When Hillary Clinton's Brother Got In on the Circus Act

Tony Rodham signed a contract in June 1998 with the Edgar and Vonna Jo Gregory's circus company, United Shows of America, Inc., and several related businesses to serve as their "independent consultant."  Perhaps not coincidentally, the Gregorys negotiated the contract with Hillary Clinton's youngest brother at the same time they began  pursuing presidential pardons.  Years earlier, Edgar and Vonna Jo Gregory pleaded guilty in a banking fraud case.  Edgar received five years of probation and Vonna Jo three.

The Gregorys were no strangers to the Clinton clan.  They donated hundreds of thousands of dollars to the political campaigns of Bill and Hillary Clinton and to various Democrat political parties during Bill's eight years as president.   In the two years leading up to their pardons, the Gregorys, their children, and their company and key employees contributed nearly $300,000 to political campaigns, with nearly all of it going to Democratic causes.

The campaign checks were not the only checks the Gregorys wrote.  From the time he signed on as an independent consultant, Tony Rodham was paid $244,769, including a $25,000 signing bonus, and he received health care benefits and use of a 1995 Chevrolet Suburban.

Edgar and Vonna Jo Gregory were keen to get pardons because their felony convictions were preventing them from bidding for government-sponsored fairs and circuses.  They needed to have their criminal records wiped clean.

In 1998, the Gregorys were told their criminal records posed an obstacle to winning the contract in future years to manage the Florida State Fair, one of their largest revenue-generators.  This development was immediately followed by the "independent consultant" contract they signed with Rodham.

The Gregorys submitted their pardon application through proper channels to the Justice Department with a copy sent directly to President Clinton in November 1998.  By late 1999, the Gregorys became impatient with waiting.  So they approached Rodham, gave him a copy of the clemency petition, and pressed him to get deeply involved in their pardon request.  "I did ask him after we weren't on that Christmas pardon list of '99 if he could help us, and I don't see anything wrong with that," explained Edgar Gregory.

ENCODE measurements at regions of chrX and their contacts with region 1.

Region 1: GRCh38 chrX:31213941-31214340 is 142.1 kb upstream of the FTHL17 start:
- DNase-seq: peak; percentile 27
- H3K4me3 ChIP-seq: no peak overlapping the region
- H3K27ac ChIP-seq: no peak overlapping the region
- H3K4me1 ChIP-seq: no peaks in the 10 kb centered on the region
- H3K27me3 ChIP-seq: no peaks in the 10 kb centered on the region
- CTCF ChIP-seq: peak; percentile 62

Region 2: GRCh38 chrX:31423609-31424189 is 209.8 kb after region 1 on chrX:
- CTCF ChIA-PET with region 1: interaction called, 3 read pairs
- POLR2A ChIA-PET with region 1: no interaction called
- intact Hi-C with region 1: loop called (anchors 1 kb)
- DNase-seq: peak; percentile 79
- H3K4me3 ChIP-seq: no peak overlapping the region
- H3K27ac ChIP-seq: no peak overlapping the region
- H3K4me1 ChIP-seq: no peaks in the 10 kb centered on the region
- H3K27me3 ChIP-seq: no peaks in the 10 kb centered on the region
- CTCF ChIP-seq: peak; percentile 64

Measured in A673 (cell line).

After Bill Clinton's 2001 pardon scandal broke, Rodham told CNN's Larry King Live in March 2001 that he asked Clinton to pardon Edgar and Vonna Jo Gregory.  "Yeah, I talked to my brother-in-law.  I told him that Ed Gregory is a good guy, he is a guy that, you know, this was hurting his business.  He needs it, his business, to support his family, and he is the kind of person that the pardon system was designed for."

Rodham also admitted that he informed his sister ahead of time that he was seeking a pardon for the Gregorys.  Rodham told King, "Yes — she — I talked to her about it."

The Gregorys knew exactly what they were getting when they hired Tony Rodham.  It was access.  "You've got a man that is the brother-in-law of the president of the United States," said Edgar Gregory as he gave the reason why he hired Tony Rodham.  He added, "He's the brother of the First Lady of the United States and certain people are going to know his name."  Certainly, everyone on the White House staff and the Justice Department knew exactly who Tony Rodham was.

As far as the Gregory pardons were concerned, no one aside from Rodham was in favor of them.  They failed to meet objective Justice Department guidelines of accepting responsibility for their crimes.  Jeff Sessions, who was the U.S. Attorney whose office prosecuted the Gregorys for bank fraud in 1982, was appalled that they had received pardons.  He was never consulted, as required by Justice Department guidelines.  Ginny S. Granade, who was the assistant U.S. attorney who tried the case, commented, "They drained the banks that they were majority shareholders in and just ran them into the ground for this interconnecting web of companies they owned.  They ran those banks with an iron fist."

The trial judge was opposed to clemency, as was the Justice Department.  Even Bill Clinton's own White House counsel was not in favor of pardons for the Gregorys.  Everyone was against Clinton granting executive clemency for the Gregorys, yet Hillary's brother wanted the pardons, and Bill granted them.

The Gregorys' pardons are clear examples of a quid pro quo.  The Gregorys were longtime, generous campaign contributors to the Clintons and other Democratic candidates and causes, and it was no secret that Hillary had designs on running for president one day.  The Clintons could not continue to benefit from the Gregorys' largesse unless the Gregorys' businesses continued to be extremely profitable.  

The Gregorys told Rodham they needed to have pardons no later than February 2000 if they were to continue to operate the Florida State Fair.  The March 2000 presidential pardons wiped the slate clean and gave them the opportunity to continue bidding for the fair.  Meanwhile, the Clintons continued feeding from the Gregorys' campaign contribution gravy train.  Edgar and Vonna Jo Gregory contributed more than $15,000 to Hillary's Senate campaign before everything began to unravel for them.